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Exposure Draft of proposed amendments to IFRS 2 and IFRIC 11

Date recorded:

The IFRIC commenced its detailed redeliberation of the proposed amendments to IFRS 2 Share-based Payment and IFRIC 11 IFRS 2: Group and Treasury Share Transactions.

The exposure draft (ED) proposes to include cash-settled group share-based payment transactions within the scope of IFRS 2 and would provide guidance on the appropriate accounting. In May 2008 the IFRIC had been presented with a preliminary analysis. The staff structured the session as follows:

  • Scope
  • Accounting for transactions within the scope

Scope

Regarding the topic of scope the staff highlighted that even with the scope definition as proposed there would still be group share-based payment transactions that would not be covered by IFRS 2 and that the proposals aggravate that issue. One reason for that seemed to be that the proposals would amend the scope, not the defined terms. The staff therefore presented the following recommendations:

  • To amend the related definitions in Appendix A of IFRS 2;
  • Paragraph 2 of IFRS 2 be amended to mirror the revised defined terms;
  • Paragraph 3 of IFRS 2 be amended to more clearly articulate the principle of IFRS 2 when a party other than the entity receiving the goods or services settles the group share-based payment transaction.

One IFRIC member asked whether this is something the Board should deliberate. The chairman answered that the issue originally came from the IFRIC, but the Board formally issued the ED as it included amendments to existing Standards and that once IFRIC concludes its redeliberations it recommends its conclusions to the Board.

Some IFRIC members expressed concerns over the view the ED takes – group or entity view, that is, is the group accounting relevant for the accounting in the subsidiary? One IFRIC member questioned whether separate financial statements of joint ventures or associates would be addressed by the amendments. It was stated that only subsidiaries would be covered and that this would be made clear by referring to the definitions in IAS 27.

The IFRIC agreed to the staff recommendations subject to editorial changes.

Accounting for transactions within the scope

The staff then turned to the accounting for the transactions within the scope of IFRS 2 in a group situation. Many commentators had argued that if an entity (the subsidiary) has no obligation to make a payment, it would not be sound to require the subsidiary in the its financial statements to recognise a liability. This would also conflict with the Framework. The IFRIC had a lengthy debate about whether the accounting in the parent and in the subsidiary should be symmetrical. Some IFRIC members were of the view that there should be some relationship – which would often result in some form of push-down accounting. Others followed the entity route and concluded that the subsidiary should account for the transaction as an equity-settled share-based payment. One of the Board members present highlighted the structuring opportunities that would result if the subsidiary would account for such a transaction as an contribution by the parent under an equity-settled accounting model.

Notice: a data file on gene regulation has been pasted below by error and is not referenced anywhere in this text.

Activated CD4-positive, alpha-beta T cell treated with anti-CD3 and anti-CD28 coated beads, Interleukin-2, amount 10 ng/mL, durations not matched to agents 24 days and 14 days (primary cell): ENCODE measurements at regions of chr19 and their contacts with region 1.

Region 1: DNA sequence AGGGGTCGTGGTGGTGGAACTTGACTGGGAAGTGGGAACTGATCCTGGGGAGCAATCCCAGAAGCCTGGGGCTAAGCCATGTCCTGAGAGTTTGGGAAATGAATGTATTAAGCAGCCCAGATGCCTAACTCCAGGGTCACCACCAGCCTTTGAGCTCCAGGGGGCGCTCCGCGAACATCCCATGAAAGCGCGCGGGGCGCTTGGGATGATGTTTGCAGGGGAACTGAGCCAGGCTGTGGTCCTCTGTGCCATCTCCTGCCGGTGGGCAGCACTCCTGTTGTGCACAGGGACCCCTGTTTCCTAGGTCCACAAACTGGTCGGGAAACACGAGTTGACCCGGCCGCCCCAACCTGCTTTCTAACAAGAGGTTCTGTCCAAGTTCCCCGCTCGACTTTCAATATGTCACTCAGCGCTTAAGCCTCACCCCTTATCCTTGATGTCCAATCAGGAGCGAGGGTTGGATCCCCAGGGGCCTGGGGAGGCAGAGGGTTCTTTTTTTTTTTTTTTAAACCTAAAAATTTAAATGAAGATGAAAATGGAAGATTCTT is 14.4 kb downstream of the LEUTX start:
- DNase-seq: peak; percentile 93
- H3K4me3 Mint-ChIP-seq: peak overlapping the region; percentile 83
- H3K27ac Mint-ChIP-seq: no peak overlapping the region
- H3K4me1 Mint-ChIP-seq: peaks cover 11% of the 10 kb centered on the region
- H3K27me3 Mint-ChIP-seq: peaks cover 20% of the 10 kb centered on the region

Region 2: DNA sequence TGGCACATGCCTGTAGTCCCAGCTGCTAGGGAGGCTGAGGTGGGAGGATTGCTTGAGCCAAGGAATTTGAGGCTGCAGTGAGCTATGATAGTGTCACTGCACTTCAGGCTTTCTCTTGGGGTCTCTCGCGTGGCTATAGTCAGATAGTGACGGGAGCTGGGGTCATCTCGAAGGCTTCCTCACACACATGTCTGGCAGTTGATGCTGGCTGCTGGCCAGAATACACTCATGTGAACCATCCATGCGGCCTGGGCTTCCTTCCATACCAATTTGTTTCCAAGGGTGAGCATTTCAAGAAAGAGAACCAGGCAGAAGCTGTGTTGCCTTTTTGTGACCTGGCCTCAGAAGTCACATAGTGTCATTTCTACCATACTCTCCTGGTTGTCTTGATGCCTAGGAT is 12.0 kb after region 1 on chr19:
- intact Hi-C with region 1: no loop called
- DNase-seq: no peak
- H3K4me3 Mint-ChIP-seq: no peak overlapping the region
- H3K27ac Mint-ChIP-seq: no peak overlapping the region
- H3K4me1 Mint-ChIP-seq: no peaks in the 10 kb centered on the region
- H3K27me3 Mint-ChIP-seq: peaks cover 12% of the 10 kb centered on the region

One IFRIC member highlighted that the solution should be in line with the conclusions reached during the redeliberation of D23.

There was a lengthy debate about whether, when a transaction is accounted for as equity-settled, it should reflect any true-ups when value and/or vesting changes which would be important in some scenarios (for example, if the share-based payments are granted to employees of the subsidiary) should be considered.

The IFRIC coordinator highlighted that the staff wanted to avoid introducing an additional accounting model and tried to be as close to IFRS 2 as possible.

In the end, there seemed to be agreement over a model that would true-up for vesting of the share-based payments, but not for other changes in value. This would effectively be the accounting for equity-settled share-based payments as per current IFRS 2.

The chairman summed up the discussions and highlighted that any conclusion reached would be reported back to the Board including any strong minority views. The IFRIC coordinator reemphasised that the general approach to the accounting model was not to increase complexity.

The chairman than took a vote on the staff recommendations reflecting the outcome of the discussions as suggested by one of the Board members present. The IFRIC accepted the recommendations with two dissents.

Next steps

The modified staff recommendations will be presented to the Board in one of the next Board meetings.

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